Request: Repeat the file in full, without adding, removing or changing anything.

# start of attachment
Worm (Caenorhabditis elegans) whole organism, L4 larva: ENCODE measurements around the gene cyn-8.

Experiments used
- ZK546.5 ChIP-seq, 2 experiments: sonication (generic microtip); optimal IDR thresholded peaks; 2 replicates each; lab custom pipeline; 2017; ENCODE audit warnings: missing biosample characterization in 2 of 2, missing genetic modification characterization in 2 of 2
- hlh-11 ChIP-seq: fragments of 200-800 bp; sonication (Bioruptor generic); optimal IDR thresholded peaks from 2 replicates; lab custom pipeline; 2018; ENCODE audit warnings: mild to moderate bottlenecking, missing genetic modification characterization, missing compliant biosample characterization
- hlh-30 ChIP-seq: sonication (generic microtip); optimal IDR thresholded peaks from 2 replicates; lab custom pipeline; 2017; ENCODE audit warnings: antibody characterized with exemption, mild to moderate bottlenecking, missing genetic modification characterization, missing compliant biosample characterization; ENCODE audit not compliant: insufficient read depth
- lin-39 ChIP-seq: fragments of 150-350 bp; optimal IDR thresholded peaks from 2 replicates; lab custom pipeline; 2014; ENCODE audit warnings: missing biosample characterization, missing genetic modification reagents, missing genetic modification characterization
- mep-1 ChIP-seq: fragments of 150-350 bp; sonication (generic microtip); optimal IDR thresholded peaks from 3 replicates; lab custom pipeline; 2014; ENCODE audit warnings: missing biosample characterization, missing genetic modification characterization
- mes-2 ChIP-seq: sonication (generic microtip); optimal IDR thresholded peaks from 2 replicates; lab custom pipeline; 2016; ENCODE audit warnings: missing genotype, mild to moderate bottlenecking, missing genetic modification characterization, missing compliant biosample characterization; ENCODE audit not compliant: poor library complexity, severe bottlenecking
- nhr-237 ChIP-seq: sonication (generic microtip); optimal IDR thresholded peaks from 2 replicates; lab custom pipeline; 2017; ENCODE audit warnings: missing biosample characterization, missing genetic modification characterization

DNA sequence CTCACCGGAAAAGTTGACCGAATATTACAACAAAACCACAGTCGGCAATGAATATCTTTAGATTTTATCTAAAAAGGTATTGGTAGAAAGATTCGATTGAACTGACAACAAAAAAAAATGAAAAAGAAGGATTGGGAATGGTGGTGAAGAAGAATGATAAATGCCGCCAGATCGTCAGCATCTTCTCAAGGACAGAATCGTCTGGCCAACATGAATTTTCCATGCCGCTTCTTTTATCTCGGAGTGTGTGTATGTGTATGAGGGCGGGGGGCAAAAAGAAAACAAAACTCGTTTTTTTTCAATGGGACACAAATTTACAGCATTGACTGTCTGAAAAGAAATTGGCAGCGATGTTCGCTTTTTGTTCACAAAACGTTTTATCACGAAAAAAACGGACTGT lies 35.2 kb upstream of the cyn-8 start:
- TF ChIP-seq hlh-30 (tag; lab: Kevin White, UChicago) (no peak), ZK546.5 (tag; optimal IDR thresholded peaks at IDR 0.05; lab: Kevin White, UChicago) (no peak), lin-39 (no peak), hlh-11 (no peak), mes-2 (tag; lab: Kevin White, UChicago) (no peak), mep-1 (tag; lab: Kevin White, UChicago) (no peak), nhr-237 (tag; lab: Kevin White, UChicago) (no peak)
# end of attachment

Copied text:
Worm (Caenorhabditis elegans) whole organism, L4 larva: ENCODE measurements around the gene cyn-8.

Experiments used
- ZK546.5 ChIP-seq, 2 experiments: sonication (generic microtip); optimal IDR thresholded peaks; 2 replicates each; lab custom pipeline; 2017; ENCODE audit warnings: missing biosample characterization in 2 of 2, missing genetic modification characterization in 2 of 2
- hlh-11 ChIP-seq: fragments of 200-800 bp; sonication (Bioruptor generic); optimal IDR thresholded peaks from 2 replicates; lab custom pipeline; 2018; ENCODE audit warnings: mild to moderate bottlenecking, missing genetic modification characterization, missing compliant biosample characterization
- hlh-30 ChIP-seq: sonication (generic microtip); optimal IDR thresholded peaks from 2 replicates; lab custom pipeline; 2017; ENCODE audit warnings: antibody characterized with exemption, mild to moderate bottlenecking, missing genetic modification characterization, missing compliant biosample characterization; ENCODE audit not compliant: insufficient read depth
- lin-39 ChIP-seq: fragments of 150-350 bp; optimal IDR thresholded peaks from 2 replicates; lab custom pipeline; 2014; ENCODE audit warnings: missing biosample characterization, missing genetic modification reagents, missing genetic modification characterization
- mep-1 ChIP-seq: fragments of 150-350 bp; sonication (generic microtip); optimal IDR thresholded peaks from 3 replicates; lab custom pipeline; 2014; ENCODE audit warnings: missing biosample characterization, missing genetic modification characterization
- mes-2 ChIP-seq: sonication (generic microtip); optimal IDR thresholded peaks from 2 replicates; lab custom pipeline; 2016; ENCODE audit warnings: missing genotype, mild to moderate bottlenecking, missing genetic modification characterization, missing compliant biosample characterization; ENCODE audit not compliant: poor library complexity, severe bottlenecking
- nhr-237 ChIP-seq: sonication (generic microtip); optimal IDR thresholded peaks from 2 replicates; lab custom pipeline; 2017; ENCODE audit warnings: missing biosample characterization, missing genetic modification characterization

DNA sequence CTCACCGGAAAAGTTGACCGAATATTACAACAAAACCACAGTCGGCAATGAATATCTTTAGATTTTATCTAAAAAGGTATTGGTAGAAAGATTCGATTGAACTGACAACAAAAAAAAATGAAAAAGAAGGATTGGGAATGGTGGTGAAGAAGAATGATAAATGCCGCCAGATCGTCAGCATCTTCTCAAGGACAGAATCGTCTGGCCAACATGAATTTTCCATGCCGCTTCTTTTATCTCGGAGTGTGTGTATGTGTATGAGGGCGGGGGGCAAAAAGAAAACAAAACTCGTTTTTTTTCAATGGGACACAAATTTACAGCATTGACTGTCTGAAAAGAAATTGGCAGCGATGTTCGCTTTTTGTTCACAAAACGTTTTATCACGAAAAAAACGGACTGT lies 35.2 kb upstream of the cyn-8 start:
- TF ChIP-seq hlh-30 (tag; lab: Kevin White, UChicago) (no peak), ZK546.5 (tag; optimal IDR thresholded peaks at IDR 0.05; lab: Kevin White, UChicago) (no peak), lin-39 (no peak), hlh-11 (no peak), mes-2 (tag; lab: Kevin White, UChicago) (no peak), mep-1 (tag; lab: Kevin White, UChicago) (no peak), nhr-237 (tag; lab: Kevin White, UChicago) (no peak)